Meanwhile, other REITs are paying out more cash in dividends than they're actually earning from their real estate operations -- a formula for future dividend cuts and other woes. The median unlisted REIT that was open to investment in 2010 paid out distributions that were substantially higher than its income from operations, according to Blue Vault.
In some cases, instead of putting investors' money into income-producing properties, the REITs are handing some of that cash right back to shareholders in the form of a dividend. That can happen when REITs that are still building their portfolios set distribution rates based on estimates of the future income of their investments. But critics charge that REITs set payouts at unsustainably high levels in order to lure in investors.
The share price. Unlisted REITs can maintain their initial offering price for years as they raise money from risk-averse investors and ramp up operations. But within 18 months after the end of the offering period, securities-industry rules require that the REITs be repriced based on an appraisal of their assets and operations. That's when market realities start to set in.
Inland American Real Estate Trust, for example, was first sold to investors in 2005 at $10 per share, and it kept that price until September of last year. Then the estimated share value suddenly dropped about 20%, to $8.03. The valuation was "a direct reflection of economic conditions in the real estate market due to the recession," says Dan Lombardo, senior investor relations manager at the Inland unit that conducts the REIT's day-to-day operations.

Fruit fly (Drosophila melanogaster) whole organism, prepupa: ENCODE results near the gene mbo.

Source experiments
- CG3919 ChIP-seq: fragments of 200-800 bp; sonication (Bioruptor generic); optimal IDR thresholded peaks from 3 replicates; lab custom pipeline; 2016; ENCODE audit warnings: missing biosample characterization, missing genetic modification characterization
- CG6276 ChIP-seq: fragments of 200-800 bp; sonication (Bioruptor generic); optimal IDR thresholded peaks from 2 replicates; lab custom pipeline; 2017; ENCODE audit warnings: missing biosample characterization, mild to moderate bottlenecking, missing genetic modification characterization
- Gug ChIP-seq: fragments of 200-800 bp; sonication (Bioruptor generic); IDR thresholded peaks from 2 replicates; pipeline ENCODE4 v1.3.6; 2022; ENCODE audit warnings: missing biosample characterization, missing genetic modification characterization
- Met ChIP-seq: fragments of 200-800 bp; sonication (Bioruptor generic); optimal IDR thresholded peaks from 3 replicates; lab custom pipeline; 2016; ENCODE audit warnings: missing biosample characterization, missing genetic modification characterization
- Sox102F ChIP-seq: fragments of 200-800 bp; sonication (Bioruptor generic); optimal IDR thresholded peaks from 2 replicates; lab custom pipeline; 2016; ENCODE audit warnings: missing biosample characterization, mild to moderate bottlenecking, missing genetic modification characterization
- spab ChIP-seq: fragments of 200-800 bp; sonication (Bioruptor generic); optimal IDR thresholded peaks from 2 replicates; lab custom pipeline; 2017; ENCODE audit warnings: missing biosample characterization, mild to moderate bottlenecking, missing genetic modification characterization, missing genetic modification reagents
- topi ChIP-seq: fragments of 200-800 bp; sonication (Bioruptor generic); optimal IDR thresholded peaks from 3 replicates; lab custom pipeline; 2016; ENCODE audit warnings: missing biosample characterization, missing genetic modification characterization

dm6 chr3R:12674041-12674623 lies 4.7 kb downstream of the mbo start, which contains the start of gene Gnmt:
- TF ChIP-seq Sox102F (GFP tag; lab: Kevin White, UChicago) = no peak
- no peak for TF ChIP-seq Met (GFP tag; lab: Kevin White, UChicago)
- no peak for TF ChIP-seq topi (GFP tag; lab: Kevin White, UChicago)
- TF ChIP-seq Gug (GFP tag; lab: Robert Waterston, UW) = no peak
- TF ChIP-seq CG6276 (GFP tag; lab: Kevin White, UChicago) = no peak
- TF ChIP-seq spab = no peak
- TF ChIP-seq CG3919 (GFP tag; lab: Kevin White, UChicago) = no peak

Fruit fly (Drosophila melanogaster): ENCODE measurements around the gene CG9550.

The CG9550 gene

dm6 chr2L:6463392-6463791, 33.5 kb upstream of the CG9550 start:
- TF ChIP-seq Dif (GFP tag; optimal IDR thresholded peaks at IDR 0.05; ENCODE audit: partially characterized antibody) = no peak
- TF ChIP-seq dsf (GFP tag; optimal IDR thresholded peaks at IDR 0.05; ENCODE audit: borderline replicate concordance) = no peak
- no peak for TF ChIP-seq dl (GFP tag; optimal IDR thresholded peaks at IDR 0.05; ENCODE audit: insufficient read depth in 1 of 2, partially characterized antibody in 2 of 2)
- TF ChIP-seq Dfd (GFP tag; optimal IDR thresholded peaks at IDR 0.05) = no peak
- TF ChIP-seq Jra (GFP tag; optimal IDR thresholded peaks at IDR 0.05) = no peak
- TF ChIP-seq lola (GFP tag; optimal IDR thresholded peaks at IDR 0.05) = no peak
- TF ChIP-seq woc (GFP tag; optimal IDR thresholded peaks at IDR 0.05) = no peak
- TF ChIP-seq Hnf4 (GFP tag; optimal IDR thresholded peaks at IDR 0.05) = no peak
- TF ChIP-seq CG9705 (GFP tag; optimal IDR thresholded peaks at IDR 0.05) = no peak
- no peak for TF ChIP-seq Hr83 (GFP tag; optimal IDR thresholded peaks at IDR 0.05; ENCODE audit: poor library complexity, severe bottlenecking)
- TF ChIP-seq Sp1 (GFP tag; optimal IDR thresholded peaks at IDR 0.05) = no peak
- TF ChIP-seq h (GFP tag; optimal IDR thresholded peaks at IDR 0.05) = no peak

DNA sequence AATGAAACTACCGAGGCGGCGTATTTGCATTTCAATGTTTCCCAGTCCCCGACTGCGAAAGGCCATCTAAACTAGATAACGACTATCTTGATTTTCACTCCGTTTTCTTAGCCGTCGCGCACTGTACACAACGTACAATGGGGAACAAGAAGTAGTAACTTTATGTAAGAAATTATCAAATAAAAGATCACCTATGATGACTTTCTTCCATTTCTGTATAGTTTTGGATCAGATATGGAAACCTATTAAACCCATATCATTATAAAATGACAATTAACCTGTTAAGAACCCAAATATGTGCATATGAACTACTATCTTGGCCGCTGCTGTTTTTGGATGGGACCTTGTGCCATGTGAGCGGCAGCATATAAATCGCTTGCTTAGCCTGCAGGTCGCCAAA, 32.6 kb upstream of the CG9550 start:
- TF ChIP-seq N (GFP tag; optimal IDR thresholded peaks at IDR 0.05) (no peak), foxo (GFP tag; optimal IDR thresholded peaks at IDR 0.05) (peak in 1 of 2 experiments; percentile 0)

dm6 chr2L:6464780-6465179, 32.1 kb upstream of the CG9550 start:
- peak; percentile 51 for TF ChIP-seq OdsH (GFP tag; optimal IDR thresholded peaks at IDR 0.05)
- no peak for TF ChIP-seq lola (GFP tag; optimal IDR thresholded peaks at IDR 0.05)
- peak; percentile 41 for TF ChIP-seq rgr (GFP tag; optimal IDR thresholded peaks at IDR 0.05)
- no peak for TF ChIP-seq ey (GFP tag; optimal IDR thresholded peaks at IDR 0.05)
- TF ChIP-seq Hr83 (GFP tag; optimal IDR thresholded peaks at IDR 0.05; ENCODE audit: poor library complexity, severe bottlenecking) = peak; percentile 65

In other cases, non-traded REITs stick with artificially stable share prices, according to regulators. In its complaint against David Lerner, FINRA said that several earlier REITs in the Apple series had for years maintained a constant share price of $11, despite significant market fluctuations and declining net income. What's more, the REITs paid outsized distributions funded in part by returning investors' capital and borrowing money, FINRA charged.
A spokeswoman for Apple REIT Companies declined to comment on the charges, saying in an e-mail that information on the REITs "is available within our numerous filings with the Securities and Exchange Commission."
The fact that unlisted REIT shares aren't subject to daily market moves is a drawback for investors, says Christopher Germain, president of real estate investment advisory firm Piping Rock Partners. While a falling share price can warn investors of trouble in publicly traded stocks, he says, by the time unlisted REIT shares are revalued, "it's too late for investors to do anything."
Liquidity. Since unlisted REITs don't trade on national exchanges, selling the shares can be difficult and costly. Limited share repurchase programs tend to disappear when the going gets tough, as it has in recent years. Investors should be prepared to hold an unlisted REIT for seven to ten years, industry experts say.
Difficulty selling shares can combine with declining share values and distributions to form a triple whammy for unlisted REIT investors. That's what happened to Ted Horita, an 81-year-old retiree in Los Angeles, according to an ongoing FINRA arbitration claim he filed this year against Ameriprise Financial Services.
On the advice of his Ameriprise broker, Horita in May 2007 invested $353,000 in Inland American, according to the claim. In March 2009, Inland American suspended its share repurchase program. That same year, the REIT paid distributions of only about 50 cents per share, down from 62 cents in 2008. In 2010, the estimated share value declined by 20%.
Horita claims that his broker didn't adequately disclose the risks of the REIT, instead presenting it as a solid, risk-free investment. He's seeking to recover his original investment. "It's an absolutely misleading pitch to recommend these investments for clients who are older," says Andrew Stoltmann, Horita's Chicago-based lawyer. Ameriprise didn't respond to requests for comment.